Food assistance from WFP and the Government are addressing a significant proportion of the assessed food insecurity in rural areas. In January, WFP distributed full rations of cereal, pulses, and oils to about 873,000 people, cash for cereals, pulses and vegetable oil to 160,000 people and food basket vouchers to an additional 160,000 people. The Government, through the Grain Marketing Board (GMB), loaned and sold some subsidized maize from its grain reserves to identified vulnerable rural households in some maize deficit districts. These food assistance programmes are addressing most of the acute food insecurity currently in the country rendering the whole country to fall into the generally food secure IPC food security category. However, some levels of chronic food insecurity remain unassisted.

Seasonal Progress

Generally, the rainfall season started one to three dekads late in most parts of the country except for central parts of Mashonaland East and Manicaland provinces and the southern parts of Manicaland, Masvingo and Matabeleland South provinces (Figure 3). A false start of the season occurred in some parts of the country. Some farmers who ignored the call by the Departments of Metrological Services and Agricultural extension not to sow seeds lost most of their initially sown crops. However, most farmers planted with the mid-November to early-December rains.  The rains in the first half of the season were spatially and temporally erratic. Seasonal cumulative rainfall from October to December finished at normal to below-normal levels for the most of the country.  Masvingo and parts of Mashonaland Central provinces had received significantly below-normal rainfall by end of December 2010.

Rainfall increased in January, particularly in the northern half of the country. Cumulative rainfall received in these areas improved significantly (Figure 4). Most stations in the north of the Midlands, Mashonaland, Harare, and Manicaland provinces had received more than 300 mm since the beginning of the rainy season by 15 February 2012. The largest accumulated rainfall occurred in Marondera (755 mm), Murehwa (714 mm), Harare Belvedere (693 mm), Harare Airport (660 mm), Gokwe (581 mm), Rusape (575 mm) and Zvimba with 572 mm. However this season’s highest total of 755 mm was far below that of last season of 948 mm, for the the same period. Provinces such as Matabeleland North, South of Midlands, Bulawayo, Matabeleland South and Masvingo had received the least amount of rain, below 300 mm.

The bulk of the country was in the normal rainfall category by 15 February 2012 (Figure 5). The areas in the below-normal category included the southern parts of Masvingo, central parts of Matabeleland North, and the extreme eastern parts of Manicaland provinces. Areas around Marondera in Mashonaland East province were registering above-normal at the beginning of February 2012.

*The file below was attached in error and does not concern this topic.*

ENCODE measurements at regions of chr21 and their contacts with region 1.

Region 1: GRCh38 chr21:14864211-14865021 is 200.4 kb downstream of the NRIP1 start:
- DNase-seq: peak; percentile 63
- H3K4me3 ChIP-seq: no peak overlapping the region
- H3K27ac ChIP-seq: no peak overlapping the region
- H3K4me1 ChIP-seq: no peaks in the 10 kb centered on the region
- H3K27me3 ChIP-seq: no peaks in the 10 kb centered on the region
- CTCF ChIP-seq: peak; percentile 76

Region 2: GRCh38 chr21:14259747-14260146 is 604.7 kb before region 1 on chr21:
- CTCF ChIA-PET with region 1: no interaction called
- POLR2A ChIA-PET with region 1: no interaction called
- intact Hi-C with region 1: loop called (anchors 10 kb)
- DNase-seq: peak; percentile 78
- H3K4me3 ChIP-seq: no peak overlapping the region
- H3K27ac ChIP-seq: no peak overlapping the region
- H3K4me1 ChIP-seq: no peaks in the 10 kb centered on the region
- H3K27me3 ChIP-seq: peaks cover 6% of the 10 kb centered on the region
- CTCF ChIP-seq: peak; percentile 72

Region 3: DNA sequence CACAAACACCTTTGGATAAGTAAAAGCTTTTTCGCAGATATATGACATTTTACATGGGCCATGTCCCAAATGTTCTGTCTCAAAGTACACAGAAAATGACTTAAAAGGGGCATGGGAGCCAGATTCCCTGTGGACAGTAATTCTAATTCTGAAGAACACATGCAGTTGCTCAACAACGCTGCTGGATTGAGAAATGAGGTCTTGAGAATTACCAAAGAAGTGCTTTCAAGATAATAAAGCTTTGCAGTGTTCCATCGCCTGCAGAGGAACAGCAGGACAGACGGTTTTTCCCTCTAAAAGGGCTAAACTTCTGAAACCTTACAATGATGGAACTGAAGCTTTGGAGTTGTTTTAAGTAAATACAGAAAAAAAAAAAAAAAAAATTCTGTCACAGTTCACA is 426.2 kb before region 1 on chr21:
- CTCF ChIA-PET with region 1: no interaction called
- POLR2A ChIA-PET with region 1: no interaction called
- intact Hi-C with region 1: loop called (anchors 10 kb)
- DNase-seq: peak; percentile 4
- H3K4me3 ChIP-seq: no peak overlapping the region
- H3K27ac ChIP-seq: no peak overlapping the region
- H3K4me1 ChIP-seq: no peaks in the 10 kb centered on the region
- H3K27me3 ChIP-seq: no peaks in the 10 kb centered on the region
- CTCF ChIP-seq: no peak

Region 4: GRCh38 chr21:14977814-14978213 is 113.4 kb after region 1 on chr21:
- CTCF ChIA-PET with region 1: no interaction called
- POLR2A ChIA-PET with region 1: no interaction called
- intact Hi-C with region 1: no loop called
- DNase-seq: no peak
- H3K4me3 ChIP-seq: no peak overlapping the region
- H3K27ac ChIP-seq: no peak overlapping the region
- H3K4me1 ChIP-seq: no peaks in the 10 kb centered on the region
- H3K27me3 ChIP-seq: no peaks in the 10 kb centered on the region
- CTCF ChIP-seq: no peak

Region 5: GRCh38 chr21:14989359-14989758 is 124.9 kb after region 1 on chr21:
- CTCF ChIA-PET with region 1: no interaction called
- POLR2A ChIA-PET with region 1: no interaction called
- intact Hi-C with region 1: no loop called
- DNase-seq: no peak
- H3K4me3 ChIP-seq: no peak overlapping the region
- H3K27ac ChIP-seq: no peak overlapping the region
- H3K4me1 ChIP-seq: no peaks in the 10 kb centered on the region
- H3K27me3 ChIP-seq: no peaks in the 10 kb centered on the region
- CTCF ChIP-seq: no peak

Mainly because of the late start of the season, Agritex’s preliminary assessments in January 2012 estimated a 30% reduction in area planted to maize as at 27 January 2012 compared to same time last year. Last year’s maize production was above the recent five-year average (2006 -2010). Area planted to pear millet, finger millet, and sorghum was estimated to be down by 10%, 35% and 25%, respectively, compared to same time last year.

The area that had received normal rainfall and cumulative rainfall amounts above 300mm are currently supporting a fair to good crop while those that have below-normal and cumulative rainfall amounts below 200mm have a predominantly moisture stressed poor crop. 

Projections to the end of the season that are based on USGS Water Requirement Satisfaction Index (WRSI) from mid-February, which assume normal rainfall for the remainder of the season, point to average to above-average water satisfaction for maize crop performance in the central and northern districts of the country. These are the major crop producing areas of the country. The southern parts of country covering the Matabeleland North, Midlands and Manicaland provinces as well as most of Masvingo and Matabeleland South provinces are likely to have crop performance below their average performance. Some localized crop failure is forecasted in some areas. This crop performance in the southern districts is mostly expected and even better than average in several districts.

When the current season’s maize crop condition is compared to last season’s performance, it is generally the same and better for most parts of the country. An exception to this scenario is projected for Midlands and Matabeleland provinces as well as the whole of Matabeleland South and the western and southern parts of Masvingo provinces. 

Most likely food Security Scenario: Mid February - March 2012

Generally the maize crop condition is a good proxy indictor of the performance of other food and cash crops grown in the same areas. Given the general crop production prospects and assuming the relative stable current macro-economic condition prevails, the following food security outcomes are expected from mid-February to March 2012: